Let’s talk about Unorthodox
The conversation on the Netflix series “Unorthodox” has been non-stop, even outside the Jewish community. Inside it, the discussion has been even more fiery, as the show is as controversial as it is popular; many take issue with the way it portrays the Jewish community, particularly its accuracies and inaccuracies regarding its portrayal of women and sexuality within the Hasidic community.
On Monday, April 27th, Forward editor-in-chief Jodi Rudoren moderated a panel discussion with Eli Rosen who plays Reb Yossele and was the production’s Yiddish translator and consultant; Abby Stein, activist, “Becoming Eve” author, and former Hasidic Rabbi; Alexa Karolinski, creator and writer of “Unorthodox”; Chavie Weisberger, Director of Community Engagement at Footsteps; and Rukhl Schaechter, Editor of The Yiddish Forward on the development of the show, its response and the realities of leaving the Hasidic community.
Alexa Karolinski opened by discussing the unexpectedly large response to the show, placing it in Netflix’s top ten list in countries as far-flung as Saudi Arabia. She also talked about her process developing the show from Deborah Feldman’s memoir and the choices the production team made to accurately portray the community.
Originally hired only as a consultant for the show — but managed to get cast as the rabbi later on in the process — Eli Rosen spoke about seeing negative, unnuanced depictions of his community while growing up in the Hasidic community in Brooklyn, and his desire to create a more accurate, complex portrayal.
The use of Yiddish in the show was essential to the show’s intimate, accurate feel, and Rukhl Schaechter detailed the accents and phrasing, as well as other set details, that made the show draw the audience into the Satmar world so seamlessly.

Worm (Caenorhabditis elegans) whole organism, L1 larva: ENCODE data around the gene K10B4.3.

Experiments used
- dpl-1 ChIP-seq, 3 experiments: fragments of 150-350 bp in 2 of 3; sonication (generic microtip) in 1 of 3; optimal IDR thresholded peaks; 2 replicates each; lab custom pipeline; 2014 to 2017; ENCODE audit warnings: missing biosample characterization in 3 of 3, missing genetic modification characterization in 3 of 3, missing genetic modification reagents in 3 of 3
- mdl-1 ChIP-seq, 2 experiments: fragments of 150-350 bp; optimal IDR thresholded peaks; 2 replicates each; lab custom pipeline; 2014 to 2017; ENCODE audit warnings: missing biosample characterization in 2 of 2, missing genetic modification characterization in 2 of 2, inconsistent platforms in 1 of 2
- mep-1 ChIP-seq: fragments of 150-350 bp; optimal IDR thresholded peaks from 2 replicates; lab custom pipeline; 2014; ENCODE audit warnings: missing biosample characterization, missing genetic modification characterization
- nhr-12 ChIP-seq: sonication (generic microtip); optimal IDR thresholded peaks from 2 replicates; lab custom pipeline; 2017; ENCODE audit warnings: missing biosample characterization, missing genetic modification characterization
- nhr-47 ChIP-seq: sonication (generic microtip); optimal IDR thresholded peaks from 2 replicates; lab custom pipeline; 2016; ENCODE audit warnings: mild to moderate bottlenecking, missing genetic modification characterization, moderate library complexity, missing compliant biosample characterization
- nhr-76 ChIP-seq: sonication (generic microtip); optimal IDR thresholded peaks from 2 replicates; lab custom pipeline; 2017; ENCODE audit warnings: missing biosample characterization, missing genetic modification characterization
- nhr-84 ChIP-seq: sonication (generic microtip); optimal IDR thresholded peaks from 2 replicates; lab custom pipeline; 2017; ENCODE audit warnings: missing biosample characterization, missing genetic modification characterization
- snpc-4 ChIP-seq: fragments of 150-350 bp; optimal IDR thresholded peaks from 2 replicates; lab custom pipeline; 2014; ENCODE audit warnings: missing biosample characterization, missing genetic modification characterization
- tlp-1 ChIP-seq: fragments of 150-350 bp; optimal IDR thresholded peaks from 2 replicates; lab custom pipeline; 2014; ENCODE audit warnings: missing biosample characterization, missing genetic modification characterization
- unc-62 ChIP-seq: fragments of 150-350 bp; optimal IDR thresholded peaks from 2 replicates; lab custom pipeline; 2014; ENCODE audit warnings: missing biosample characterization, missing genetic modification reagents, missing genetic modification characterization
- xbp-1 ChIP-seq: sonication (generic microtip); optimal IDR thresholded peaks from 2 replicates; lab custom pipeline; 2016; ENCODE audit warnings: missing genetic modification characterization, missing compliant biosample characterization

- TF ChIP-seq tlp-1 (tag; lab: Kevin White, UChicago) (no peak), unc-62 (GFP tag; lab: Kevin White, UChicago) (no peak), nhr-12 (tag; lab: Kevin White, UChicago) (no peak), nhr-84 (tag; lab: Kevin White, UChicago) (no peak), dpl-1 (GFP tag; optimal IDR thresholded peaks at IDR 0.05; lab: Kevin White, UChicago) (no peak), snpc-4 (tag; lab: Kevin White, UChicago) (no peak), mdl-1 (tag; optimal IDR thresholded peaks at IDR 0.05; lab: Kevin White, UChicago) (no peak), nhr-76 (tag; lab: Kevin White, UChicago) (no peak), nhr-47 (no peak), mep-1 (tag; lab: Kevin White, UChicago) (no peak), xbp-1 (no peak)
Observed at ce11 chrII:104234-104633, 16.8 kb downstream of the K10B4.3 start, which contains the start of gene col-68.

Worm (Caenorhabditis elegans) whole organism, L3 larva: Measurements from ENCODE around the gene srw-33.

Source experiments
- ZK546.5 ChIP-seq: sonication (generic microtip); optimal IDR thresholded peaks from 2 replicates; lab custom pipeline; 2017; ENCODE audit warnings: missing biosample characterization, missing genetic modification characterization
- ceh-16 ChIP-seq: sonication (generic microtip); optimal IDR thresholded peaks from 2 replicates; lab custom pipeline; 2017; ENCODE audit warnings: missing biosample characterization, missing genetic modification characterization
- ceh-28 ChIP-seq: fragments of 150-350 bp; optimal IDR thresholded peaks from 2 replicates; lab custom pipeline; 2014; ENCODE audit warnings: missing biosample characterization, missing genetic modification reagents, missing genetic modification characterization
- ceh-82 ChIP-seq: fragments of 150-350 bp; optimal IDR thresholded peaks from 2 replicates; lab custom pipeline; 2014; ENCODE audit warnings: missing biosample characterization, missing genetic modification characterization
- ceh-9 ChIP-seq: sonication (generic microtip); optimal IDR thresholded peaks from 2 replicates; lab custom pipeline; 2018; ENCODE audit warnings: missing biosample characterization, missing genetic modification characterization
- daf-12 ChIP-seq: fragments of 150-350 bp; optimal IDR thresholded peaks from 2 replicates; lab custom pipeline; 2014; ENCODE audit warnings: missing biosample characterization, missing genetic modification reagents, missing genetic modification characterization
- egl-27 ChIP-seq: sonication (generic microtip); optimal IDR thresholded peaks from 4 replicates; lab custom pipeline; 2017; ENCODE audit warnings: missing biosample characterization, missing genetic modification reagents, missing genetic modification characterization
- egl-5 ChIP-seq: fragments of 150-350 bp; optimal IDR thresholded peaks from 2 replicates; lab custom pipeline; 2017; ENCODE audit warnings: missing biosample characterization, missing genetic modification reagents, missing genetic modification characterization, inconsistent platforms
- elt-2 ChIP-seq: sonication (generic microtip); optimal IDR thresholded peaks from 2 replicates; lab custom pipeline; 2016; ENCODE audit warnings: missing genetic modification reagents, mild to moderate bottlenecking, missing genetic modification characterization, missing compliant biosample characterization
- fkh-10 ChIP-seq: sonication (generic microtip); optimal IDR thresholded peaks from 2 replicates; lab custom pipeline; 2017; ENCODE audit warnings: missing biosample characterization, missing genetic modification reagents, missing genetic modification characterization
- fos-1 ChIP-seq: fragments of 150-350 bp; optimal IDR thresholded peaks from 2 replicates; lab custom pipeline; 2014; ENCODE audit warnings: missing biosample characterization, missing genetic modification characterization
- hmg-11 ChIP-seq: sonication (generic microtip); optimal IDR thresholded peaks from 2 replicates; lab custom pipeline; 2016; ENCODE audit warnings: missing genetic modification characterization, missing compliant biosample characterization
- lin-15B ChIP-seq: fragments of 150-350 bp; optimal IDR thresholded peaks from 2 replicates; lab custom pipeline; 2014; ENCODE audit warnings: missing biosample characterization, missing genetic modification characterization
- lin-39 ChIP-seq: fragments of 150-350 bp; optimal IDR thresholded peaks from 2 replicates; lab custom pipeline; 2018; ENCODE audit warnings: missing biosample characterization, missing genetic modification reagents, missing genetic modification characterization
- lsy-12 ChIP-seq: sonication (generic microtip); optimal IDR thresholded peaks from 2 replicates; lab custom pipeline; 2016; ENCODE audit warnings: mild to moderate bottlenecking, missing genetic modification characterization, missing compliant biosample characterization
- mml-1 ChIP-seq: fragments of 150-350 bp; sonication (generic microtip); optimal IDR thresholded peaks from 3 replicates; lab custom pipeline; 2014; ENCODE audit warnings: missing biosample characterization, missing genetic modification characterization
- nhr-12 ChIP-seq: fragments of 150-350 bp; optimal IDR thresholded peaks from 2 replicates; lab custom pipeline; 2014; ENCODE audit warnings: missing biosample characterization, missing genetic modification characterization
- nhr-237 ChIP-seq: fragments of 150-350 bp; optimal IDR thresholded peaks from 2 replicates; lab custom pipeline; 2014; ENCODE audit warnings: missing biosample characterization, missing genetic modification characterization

Not unlike Esti and her mother in the show, Chavie Weisberger left the Hasidic community with her children eight years ago and eventually came out as queer; she shared deeply about her own traumatic experience leaving the Hasidic community, and compared the similarities between Esti’s wedding night and her own. She also shared stories from those she’s worked with at Footsteps, an organization that supports formerly ultra-Orthodox Jews as they transition to life in the outside world.
The thread of sexuality was picked up by Abby Stein, who was raised as a man in an important Hasidic family, and discussed how she navigated and thought about gender identity while still inside the community, dreaming of a large family with many children. She also spoke to the frequent questions from the audience on sexuality in the show, and explained, in detail, how her Hasidic community’s pre-marital sex-ed failed couples through a lack of detail.
Questions from the audience largely concerned the portrayal of the Jewish community and the depiction of sexuality on the show, and the panelists shared deeply from their personal experiences in response. As the talk closed, one audience member observed that any show eliciting both such strong praise and such strong criticism must actually be quite well-balanced.